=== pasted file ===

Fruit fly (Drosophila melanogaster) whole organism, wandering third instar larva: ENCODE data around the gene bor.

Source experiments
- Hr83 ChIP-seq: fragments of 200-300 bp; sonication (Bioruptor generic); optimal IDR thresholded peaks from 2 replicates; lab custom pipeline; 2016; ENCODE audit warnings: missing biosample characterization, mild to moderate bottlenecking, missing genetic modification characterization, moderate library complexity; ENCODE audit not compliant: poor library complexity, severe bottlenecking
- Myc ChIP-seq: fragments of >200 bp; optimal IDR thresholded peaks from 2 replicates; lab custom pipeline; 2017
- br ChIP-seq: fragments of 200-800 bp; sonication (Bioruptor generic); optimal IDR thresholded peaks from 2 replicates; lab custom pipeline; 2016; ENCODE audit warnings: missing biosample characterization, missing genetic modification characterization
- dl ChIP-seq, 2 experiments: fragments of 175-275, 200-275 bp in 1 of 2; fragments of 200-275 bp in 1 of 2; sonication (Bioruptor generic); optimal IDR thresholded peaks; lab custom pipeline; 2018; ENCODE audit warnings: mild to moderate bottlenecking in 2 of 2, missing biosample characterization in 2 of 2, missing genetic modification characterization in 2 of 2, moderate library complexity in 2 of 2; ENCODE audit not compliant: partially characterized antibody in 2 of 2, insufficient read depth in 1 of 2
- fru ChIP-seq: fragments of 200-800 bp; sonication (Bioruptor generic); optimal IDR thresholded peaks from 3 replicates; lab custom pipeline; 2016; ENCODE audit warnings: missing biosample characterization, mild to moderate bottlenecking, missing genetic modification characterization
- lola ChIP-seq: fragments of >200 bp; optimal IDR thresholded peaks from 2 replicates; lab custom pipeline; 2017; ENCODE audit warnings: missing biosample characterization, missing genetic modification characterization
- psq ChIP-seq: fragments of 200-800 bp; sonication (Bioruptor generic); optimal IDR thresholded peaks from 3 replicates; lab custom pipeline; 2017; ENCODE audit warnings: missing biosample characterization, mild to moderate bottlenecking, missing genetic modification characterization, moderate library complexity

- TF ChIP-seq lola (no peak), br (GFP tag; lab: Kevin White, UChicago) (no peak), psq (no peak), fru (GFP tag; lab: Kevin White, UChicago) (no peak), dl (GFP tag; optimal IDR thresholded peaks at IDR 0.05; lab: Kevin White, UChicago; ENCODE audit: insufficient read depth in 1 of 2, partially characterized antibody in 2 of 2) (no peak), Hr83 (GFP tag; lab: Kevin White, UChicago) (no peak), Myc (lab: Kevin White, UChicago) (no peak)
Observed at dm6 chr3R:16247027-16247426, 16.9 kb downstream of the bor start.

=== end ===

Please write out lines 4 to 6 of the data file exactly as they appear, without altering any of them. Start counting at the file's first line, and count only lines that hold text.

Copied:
- Myc ChIP-seq: fragments of >200 bp; optimal IDR thresholded peaks from 2 replicates; lab custom pipeline; 2017
- br ChIP-seq: fragments of 200-800 bp; sonication (Bioruptor generic); optimal IDR thresholded peaks from 2 replicates; lab custom pipeline; 2016; ENCODE audit warnings: missing biosample characterization, missing genetic modification characterization
- dl ChIP-seq, 2 experiments: fragments of 175-275, 200-275 bp in 1 of 2; fragments of 200-275 bp in 1 of 2; sonication (Bioruptor generic); optimal IDR thresholded peaks; lab custom pipeline; 2018; ENCODE audit warnings: mild to moderate bottlenecking in 2 of 2, missing biosample characterization in 2 of 2, missing genetic modification characterization in 2 of 2, moderate library complexity in 2 of 2; ENCODE audit not compliant: partially characterized antibody in 2 of 2, insufficient read depth in 1 of 2